Continuing a dystopian take on the autonomy theme in an old New Look unit in the town’s Hillstreet Shopping Centre, Pineapple Black has been making a name for itself with a string of excellent, and occasionally controversial shows. Its newest, Sider, makes good use of the traditional juxtaposition of collage, politics of nature and re-positioning of images to explore current affairs. Katy Cole’s space station/ lake transposition (‘Untitled’) at once explores humankind’s achievements in contrast to our insignificance in the natural order of the universe, while Sarah Tulloch mocks public figures with overlaying images – Boris Johnson becomes a hippo and Theresa May is helpless in John Bercow’s grasping hand. Annie O’Donnell’s trademark take on pop-art up-cycles everyday industrial items into a wall mounted piece based loosely around industry and productivity.

Upstairs in the same venue, in The Art of Being Queer, Melajuana takes traditional imagery and gives it a queer makeover to signify its historical continuity in society, even when suppressed. Gavin Vaughn’s ‘Untitled’ (2019) piece, with its hidden face, needs little explanation positioned next to Slutmouth Design’s more overt screenprints, ‘Utter Filth’ and ‘Where’s it Gone’ (both 2019). A further twenty-three artists from around the world share their own take on glam and camp, from perverse and ironic to poignant, tender and romantic. Outside, in the celebrated Window Gallery, Saud Baloch’s ‘Nowhere To Land’ (2019) offers a meditation on the fragility of the heart with a series of gilded relics.

David Reynolds, ‘Learning is Fun Everyday’. Courtesy of Steve Spithray

In a busy pedestrianised shopping area Lisa Lovebucket’s ‘Teesside Rising’ (2019) turns an empty unit in the town’s shopping area into a live interview-based installation. This is directly linked to Living Archive, found in a pre-furbished shop unit in the Albert Road North development, which uses AI voice recognition tech to link key words in video, thus making the process of archiving more chaotic and arbitrary.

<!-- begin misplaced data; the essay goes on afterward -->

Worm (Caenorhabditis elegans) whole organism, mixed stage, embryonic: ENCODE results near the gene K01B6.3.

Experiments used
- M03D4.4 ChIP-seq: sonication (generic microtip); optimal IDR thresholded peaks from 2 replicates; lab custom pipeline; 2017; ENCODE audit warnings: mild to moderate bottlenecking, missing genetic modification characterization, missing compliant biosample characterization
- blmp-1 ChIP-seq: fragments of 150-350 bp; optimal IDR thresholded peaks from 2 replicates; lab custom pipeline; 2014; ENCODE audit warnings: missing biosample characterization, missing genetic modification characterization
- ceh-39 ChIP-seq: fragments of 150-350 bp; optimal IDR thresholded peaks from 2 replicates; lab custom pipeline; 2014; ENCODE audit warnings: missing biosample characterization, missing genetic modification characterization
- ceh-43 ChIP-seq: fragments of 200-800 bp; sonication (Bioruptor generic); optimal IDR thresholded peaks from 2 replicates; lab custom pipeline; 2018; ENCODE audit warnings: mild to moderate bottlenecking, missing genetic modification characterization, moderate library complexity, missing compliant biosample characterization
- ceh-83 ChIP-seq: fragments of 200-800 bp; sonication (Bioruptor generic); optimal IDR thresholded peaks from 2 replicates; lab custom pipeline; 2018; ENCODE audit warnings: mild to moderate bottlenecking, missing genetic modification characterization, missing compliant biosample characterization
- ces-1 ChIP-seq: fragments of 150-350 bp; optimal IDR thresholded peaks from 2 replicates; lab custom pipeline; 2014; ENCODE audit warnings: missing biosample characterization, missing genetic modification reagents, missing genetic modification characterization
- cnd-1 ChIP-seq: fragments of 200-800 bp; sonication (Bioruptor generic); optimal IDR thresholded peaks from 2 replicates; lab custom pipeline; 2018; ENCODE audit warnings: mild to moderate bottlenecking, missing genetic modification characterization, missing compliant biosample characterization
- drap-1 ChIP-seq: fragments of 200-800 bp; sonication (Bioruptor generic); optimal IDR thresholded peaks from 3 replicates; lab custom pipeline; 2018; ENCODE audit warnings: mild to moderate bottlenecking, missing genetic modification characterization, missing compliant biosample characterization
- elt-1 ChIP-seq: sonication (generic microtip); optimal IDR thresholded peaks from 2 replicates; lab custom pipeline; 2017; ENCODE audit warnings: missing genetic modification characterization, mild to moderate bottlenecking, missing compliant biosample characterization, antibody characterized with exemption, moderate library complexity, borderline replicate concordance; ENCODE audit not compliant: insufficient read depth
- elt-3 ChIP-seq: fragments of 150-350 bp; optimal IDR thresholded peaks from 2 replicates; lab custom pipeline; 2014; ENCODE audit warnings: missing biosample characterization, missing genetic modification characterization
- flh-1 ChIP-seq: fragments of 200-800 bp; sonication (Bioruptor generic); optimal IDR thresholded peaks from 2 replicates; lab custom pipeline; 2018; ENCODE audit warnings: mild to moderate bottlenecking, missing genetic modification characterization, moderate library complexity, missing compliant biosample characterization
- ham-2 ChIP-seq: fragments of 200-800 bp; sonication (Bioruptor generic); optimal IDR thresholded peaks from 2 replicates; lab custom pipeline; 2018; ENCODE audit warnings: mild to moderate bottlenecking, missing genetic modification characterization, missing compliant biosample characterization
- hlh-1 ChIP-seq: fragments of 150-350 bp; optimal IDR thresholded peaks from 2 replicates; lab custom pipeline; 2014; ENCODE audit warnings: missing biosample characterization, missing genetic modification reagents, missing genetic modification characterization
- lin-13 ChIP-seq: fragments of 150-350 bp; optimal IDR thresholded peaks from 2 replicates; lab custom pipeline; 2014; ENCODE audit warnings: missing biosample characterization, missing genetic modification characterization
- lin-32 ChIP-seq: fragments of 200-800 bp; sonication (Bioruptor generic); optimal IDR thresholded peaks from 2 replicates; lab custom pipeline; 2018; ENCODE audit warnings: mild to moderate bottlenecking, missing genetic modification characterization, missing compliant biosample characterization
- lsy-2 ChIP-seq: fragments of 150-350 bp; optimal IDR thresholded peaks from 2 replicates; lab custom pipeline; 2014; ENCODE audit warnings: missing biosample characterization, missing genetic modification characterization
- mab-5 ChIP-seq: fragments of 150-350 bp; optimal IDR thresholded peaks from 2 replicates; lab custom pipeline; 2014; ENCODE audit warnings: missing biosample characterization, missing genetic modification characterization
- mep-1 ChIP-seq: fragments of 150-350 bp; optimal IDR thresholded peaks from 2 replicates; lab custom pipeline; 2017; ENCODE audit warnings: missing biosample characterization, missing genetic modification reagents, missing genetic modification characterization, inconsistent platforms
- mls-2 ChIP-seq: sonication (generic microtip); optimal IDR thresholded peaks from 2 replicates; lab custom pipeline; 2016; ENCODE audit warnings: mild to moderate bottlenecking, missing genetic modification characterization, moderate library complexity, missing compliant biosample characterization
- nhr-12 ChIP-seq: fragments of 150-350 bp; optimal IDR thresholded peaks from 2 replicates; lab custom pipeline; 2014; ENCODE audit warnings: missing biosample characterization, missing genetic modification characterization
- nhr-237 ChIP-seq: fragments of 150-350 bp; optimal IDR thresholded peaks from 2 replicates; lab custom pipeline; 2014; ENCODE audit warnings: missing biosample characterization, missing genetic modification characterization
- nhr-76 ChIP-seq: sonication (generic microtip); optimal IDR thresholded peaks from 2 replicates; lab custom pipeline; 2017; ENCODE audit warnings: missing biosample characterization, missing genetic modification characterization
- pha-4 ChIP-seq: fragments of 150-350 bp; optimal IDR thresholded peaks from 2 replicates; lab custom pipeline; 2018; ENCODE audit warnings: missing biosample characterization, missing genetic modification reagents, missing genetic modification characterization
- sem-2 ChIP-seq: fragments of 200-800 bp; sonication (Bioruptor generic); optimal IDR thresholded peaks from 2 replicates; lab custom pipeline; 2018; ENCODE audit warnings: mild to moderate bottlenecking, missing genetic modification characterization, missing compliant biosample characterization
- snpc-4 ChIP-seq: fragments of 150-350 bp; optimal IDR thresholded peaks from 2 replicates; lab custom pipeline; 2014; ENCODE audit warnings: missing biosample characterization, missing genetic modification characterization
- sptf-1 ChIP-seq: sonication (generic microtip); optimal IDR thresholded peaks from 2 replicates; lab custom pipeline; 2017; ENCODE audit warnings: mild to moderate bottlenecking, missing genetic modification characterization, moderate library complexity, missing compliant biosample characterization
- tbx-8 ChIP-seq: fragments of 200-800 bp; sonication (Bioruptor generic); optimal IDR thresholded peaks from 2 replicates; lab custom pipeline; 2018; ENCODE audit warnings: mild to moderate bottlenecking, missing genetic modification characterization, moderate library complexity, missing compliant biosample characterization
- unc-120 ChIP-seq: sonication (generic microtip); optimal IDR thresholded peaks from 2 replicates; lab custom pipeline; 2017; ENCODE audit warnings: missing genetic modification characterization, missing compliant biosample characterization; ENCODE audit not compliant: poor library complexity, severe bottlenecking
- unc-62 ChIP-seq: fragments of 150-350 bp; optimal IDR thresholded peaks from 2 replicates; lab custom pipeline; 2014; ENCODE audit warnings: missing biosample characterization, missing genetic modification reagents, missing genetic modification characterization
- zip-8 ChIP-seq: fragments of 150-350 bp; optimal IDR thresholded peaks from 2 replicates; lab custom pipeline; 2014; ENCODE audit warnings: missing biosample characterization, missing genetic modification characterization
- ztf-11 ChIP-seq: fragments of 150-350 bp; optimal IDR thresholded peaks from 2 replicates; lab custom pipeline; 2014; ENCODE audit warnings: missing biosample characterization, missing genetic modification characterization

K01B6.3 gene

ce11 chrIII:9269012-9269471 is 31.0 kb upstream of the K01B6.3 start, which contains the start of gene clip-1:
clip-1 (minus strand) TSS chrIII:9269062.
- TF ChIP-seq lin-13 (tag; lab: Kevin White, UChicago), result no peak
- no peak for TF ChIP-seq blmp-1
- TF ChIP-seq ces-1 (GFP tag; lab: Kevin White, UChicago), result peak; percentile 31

Materials at Platform A (confusingly at the end of platform 1 at the train station), includes Annie O’Donnell’s ‘Queensway’ and Alan Hathaway’s ‘Problems (silver/silver)’ and ‘Problems (matt black/gloss black)’. Brought together here is a selection of objects that have been displayed over a number of years in different exhibitions. Suzie Devey’s series of linocut and drypoint images, ‘Face Value’ (2018), in the Tunnel Gallery underneath the railway lines is a celebration of local people who have embraced the influx of asylum seekers into the town. Dawn Felicia Knox’s ‘Transpire/Respire/Inspire’ (2019), commissioned by Festival of Thrift which took place in nearby Redcar last month, focuses on clean air in the Tees Valley and was the third and final of the rail station’s loose travel theme.

Outside the Town Hall in Centre Square (and perhaps the antithesis to ‘ADA’ inside), Tom Dale’s black PVC bouncy castle, ‘Department of the Interior’ (2014), is simple in creation but onion-like in its layers of references – from children’s plaything to the towers and crenelations (and corruption) of parliament.

In addition to exhibitions, the so-called ‘town takeover’ included workshops and happenings throughout Middlesbrough over the weekend, exploring the autonomy theme further by framing current economic and political realities alongside the the town’s identity and its people. This, in the broader sense, is the real ethos of Middlesbrough Art Weekender.

Middlesbrough Art Weekender, Middlesbrough, 26 September – 29 September 2019

Steve Spithray is a writer based in Middlesbrough

Published 03.10.2019 by Lara Eggleton in Reviews